standing and working-hero

I used to sit down on the job. For hours a day, derriere planted firmly in chair, I read, wrote, and edited. It’s been a torment — I love what I do, but I hate to sit. Over the years, I’ve developed little tricks to burn off excess energy and add activity bits throughout the day, like bouncing my right leg and printing to a printer far down the hallway.

I’ve discovered something better. A few months ago, I fired my chair and brought in a stand-up desk. This move has made a huge difference in my work day. My back isn’t so achy. I’m taking several thousand more steps each day. I feel more alert, especially in the afternoon, and it seems like I am getting more done each day.

The human body is designed to stand, not sit. Standing is better for the back than sitting. It strengthens leg muscles and improves balance. It burns more calories than sitting. It is also a great antidote to the formation of blood clots deep in the legs. When you sit for long periods, blood flow slows through the legs. Sluggish blood flow can set the stage for a blood clot to form. You’ve probably heard of this happening to people on long flights, but it also can happen in the office. Standing and walking squeeze valves in the leg veins, pushing blood upward toward the heart.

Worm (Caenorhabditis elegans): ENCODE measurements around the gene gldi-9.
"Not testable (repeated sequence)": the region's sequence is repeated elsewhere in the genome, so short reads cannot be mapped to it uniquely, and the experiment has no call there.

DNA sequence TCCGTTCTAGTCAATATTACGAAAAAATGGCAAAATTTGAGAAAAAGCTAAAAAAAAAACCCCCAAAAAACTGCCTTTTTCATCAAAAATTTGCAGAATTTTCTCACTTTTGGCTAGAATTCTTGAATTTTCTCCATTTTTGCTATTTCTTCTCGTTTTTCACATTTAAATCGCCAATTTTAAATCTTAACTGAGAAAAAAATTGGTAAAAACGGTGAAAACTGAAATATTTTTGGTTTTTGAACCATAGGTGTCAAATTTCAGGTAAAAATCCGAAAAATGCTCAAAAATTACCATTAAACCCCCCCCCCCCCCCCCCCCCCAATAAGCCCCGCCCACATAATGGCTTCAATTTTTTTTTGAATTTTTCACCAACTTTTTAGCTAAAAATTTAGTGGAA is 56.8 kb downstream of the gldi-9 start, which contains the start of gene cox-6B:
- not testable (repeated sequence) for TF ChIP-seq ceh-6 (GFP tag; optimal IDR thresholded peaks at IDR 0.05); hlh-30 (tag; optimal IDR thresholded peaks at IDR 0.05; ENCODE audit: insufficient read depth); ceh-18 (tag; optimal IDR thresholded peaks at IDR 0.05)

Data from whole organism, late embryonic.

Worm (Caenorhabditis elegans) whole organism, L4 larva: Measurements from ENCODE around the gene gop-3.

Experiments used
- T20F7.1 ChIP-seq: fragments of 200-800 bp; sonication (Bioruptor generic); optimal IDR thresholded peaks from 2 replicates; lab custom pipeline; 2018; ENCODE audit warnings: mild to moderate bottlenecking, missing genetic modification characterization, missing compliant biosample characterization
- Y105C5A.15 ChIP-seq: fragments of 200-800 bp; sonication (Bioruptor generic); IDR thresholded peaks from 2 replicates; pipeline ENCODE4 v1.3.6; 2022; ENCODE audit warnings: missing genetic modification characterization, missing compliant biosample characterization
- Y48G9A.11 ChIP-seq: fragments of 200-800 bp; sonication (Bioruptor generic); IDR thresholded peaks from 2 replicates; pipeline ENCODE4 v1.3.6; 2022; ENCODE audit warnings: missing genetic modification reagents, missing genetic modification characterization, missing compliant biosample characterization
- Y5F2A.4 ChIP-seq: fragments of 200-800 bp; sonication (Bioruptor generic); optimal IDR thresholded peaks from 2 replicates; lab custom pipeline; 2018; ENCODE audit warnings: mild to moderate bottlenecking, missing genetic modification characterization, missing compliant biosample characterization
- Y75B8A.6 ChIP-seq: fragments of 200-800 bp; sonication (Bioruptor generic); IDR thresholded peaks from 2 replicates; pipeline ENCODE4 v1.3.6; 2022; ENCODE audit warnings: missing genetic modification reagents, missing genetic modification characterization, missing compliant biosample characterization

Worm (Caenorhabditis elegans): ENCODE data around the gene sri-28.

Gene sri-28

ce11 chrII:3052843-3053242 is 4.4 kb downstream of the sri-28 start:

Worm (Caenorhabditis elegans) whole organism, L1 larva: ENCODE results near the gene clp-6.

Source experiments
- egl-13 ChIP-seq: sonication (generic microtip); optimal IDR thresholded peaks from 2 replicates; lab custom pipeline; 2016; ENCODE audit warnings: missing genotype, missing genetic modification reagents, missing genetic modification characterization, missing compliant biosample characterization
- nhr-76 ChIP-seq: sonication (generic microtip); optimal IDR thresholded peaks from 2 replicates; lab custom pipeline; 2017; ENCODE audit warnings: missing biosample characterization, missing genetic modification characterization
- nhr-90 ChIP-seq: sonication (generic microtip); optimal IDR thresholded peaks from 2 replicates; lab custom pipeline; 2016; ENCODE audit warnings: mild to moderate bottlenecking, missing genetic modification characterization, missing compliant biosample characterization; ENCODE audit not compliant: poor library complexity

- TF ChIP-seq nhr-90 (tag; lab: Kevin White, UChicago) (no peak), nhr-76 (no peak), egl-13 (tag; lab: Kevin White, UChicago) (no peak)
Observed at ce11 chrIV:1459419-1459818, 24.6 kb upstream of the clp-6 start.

Even better, standing more might help you live longer. In a study of more than 100,000 men and women from all across the United States, those who sat for more than six hours a day were more likely to have died — mostly of cardiovascular disease — over the course of the 14-year study than those who sat for less than three hours a day. This relationship held true even among those who exercised regularly. Earlier studies have shown much the same thing.

I feel more alert while standing. And when I’m blocked by a problem or temporarily bored, it’s a snap to walk away from the desk and pace. Before, while sitting, I tended to stay in my chair and stew or get drowsy.

Like anything, it takes a while to get used to standing up to do office work. Typing and talking on the phone while standing came easily, but I find I still prefer to sit while writing with pen and paper.

Standing for too long, or the wrong way, can cause sore feet or knees, low back pain, stiffness in the neck and shoulders, and other health problems. I realized that I often lock my knees when I stand or unconsciously put my weight on my right leg and hip. So I have to remind myself every so often to relax my knees and balance my weight on both legs. Adjusting the desk so your keyboard and monitor are at the right height, and taking breaks, will help you get the most out of a stand-up desk.

If you choose to stand at work, you’ll be in good company. Leonardo da Vinci, Benjamin Franklin, and Thomas Jefferson were said to have used stand-up desks. Winston Churchill, Vladimir Nabokov, Ernest Hemingway, and Donald Rumsfeld are other notable standers.

 


This article has been excerpted from The Many Benefits of Standing at Your Desk by Patrick J. Skerrett.

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